the majority of cases are mi ild, bcan affect other people who may have not as mild case we are asking people to stay need to work remotely. don't wash hands repeatedly, don't touch their face. all ofhose hygiene things can ke a difference in slowing the spread of the virus. laura: mht you have to cancel the comic-con conveduion that is to be held in seattle this month? i know you don't want to spread panic. mayor durkan: we dco't, and ty officials will be making the determination on that public event. we have advised everyone in the city to look at whether there is a necessary requiremento have meetings we have in the city, and ifotwe are not having those meetings. i think that all of us officials are relying on public health people to tell us when it is the time to say no more public events, and we will be working very closely with the public
health officers as well ls county officnd state officials so we can state unified on those decisions. laura: just briefly, how would you describe the publicm ood in seattle? mayor durkan: ihink people are -- everyone has a sense of urgency, andy te taking it very seriously. we are trying to communicate that the urgency and seriousness should not translate to fear and panic. having some of the things we need from the federal government will help. having more testing capability. but some of the economic impacts will be real on our workers. we need to do more to protect those workers, some who do not have jobs and have sickly. we need toelp small businesses as well. eed to take the publ health response as well as the economic response we are going to need to take care of the peop. laura: mayor durkan, texas much for being wian us. mayor du thank you so much. laura: one more note relnaed to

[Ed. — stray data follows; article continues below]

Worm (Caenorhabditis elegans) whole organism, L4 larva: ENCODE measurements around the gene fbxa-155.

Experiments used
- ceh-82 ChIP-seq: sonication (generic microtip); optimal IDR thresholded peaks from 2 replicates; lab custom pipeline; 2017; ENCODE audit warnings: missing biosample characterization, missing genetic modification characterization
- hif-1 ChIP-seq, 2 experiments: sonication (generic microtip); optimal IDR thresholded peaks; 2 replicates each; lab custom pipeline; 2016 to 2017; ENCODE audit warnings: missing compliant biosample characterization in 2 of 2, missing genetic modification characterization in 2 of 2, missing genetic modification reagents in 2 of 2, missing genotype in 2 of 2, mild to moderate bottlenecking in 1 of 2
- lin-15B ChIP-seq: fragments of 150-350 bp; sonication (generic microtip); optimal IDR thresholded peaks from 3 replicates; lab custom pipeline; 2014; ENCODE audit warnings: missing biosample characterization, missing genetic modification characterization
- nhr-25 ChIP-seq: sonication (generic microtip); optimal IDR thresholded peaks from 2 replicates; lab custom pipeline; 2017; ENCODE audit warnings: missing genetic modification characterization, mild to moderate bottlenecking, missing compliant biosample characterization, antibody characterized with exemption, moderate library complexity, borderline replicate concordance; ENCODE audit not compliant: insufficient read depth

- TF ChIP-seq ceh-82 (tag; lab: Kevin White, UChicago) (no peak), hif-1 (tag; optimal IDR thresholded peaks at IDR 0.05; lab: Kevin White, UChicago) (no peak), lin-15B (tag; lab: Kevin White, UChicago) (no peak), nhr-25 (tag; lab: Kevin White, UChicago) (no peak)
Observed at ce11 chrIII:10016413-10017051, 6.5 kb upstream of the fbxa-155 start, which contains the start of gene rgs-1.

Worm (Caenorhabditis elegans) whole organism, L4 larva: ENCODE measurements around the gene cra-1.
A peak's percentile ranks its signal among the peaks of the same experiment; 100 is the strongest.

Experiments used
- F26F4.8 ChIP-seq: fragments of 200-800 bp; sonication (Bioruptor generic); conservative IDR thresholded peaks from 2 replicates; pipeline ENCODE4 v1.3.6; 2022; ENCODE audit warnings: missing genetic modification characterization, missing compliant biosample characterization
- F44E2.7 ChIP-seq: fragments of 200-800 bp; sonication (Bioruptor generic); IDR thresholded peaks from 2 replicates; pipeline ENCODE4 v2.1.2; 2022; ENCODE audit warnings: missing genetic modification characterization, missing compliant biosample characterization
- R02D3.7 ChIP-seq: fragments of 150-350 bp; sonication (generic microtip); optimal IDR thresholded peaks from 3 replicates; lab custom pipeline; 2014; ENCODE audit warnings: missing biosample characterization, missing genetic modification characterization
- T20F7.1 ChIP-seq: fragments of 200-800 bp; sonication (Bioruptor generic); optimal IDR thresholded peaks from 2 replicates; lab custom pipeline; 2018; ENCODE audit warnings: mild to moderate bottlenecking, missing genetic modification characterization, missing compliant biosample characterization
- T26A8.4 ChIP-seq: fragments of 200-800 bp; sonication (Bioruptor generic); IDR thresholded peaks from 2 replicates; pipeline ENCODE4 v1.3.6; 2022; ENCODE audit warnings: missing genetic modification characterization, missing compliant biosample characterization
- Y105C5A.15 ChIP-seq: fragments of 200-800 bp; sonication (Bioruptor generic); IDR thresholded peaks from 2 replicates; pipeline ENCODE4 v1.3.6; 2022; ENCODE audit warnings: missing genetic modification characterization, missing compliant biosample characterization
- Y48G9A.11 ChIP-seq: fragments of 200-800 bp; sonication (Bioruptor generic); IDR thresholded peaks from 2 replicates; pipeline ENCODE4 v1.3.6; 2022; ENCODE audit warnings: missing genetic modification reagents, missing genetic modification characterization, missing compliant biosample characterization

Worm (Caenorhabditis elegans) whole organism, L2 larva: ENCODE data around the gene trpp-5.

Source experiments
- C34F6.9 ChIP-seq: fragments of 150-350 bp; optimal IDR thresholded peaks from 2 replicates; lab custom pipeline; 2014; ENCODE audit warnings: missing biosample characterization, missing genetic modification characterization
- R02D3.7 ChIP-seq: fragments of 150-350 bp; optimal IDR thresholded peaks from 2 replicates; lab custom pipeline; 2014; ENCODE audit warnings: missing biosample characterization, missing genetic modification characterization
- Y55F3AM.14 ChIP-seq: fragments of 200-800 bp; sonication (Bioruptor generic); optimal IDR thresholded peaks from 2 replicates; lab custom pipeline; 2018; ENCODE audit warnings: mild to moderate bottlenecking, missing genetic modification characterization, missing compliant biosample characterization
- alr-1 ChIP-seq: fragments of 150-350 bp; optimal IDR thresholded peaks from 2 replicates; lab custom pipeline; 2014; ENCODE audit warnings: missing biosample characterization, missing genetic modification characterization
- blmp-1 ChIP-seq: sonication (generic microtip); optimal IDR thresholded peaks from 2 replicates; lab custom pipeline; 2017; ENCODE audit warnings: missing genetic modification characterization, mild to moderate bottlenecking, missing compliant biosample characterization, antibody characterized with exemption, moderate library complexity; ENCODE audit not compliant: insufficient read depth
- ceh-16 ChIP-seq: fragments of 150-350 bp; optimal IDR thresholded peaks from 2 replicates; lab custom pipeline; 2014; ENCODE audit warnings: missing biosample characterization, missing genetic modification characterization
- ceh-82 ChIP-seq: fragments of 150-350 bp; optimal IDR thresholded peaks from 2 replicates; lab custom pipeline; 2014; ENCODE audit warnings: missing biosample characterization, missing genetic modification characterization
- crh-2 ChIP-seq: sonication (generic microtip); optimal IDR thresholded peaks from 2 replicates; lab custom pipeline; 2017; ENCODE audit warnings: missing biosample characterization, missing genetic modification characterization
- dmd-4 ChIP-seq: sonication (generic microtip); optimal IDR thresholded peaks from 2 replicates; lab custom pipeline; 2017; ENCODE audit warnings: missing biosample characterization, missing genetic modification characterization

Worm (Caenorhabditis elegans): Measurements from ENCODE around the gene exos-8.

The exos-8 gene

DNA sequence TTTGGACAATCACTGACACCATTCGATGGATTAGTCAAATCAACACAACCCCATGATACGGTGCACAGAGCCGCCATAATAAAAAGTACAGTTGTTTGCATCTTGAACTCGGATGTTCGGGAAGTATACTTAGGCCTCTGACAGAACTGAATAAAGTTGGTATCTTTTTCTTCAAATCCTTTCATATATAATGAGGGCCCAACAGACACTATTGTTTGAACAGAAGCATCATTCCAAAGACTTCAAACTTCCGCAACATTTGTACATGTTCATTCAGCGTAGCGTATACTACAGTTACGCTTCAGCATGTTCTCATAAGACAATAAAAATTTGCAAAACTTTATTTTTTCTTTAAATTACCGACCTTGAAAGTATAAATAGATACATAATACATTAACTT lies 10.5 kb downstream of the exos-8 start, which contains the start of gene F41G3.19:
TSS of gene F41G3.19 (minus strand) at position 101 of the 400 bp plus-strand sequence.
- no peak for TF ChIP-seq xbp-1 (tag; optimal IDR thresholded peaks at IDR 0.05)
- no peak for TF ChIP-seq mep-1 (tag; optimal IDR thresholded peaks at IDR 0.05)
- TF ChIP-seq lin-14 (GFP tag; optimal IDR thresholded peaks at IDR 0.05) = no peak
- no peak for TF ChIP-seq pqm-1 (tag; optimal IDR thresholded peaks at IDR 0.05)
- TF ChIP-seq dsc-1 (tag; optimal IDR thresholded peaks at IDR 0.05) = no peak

the corus outbreak, wall street took another tumble during the thursday session. wildly as investors try tong assess the real economicbrmage of the ok. switching gears to the wildin wk merican politics, today elizabeth warren became the latest political casualty of the super tuesday vote. the massachusetts senator rs leaving the. a day earlier, former new york city mayor mike bloomberg threw in the towel. warren's departure mea there are no prominent female candidates left in the race. she had this to say about the issue of geer. sen. warren: we know that is thr trap question everyone. if you say, yeah, it was xism in this race, everyone says "whiner!" and if you say no, there was no sexism, about a bazillion women think, what planet do you live on? i promise you this.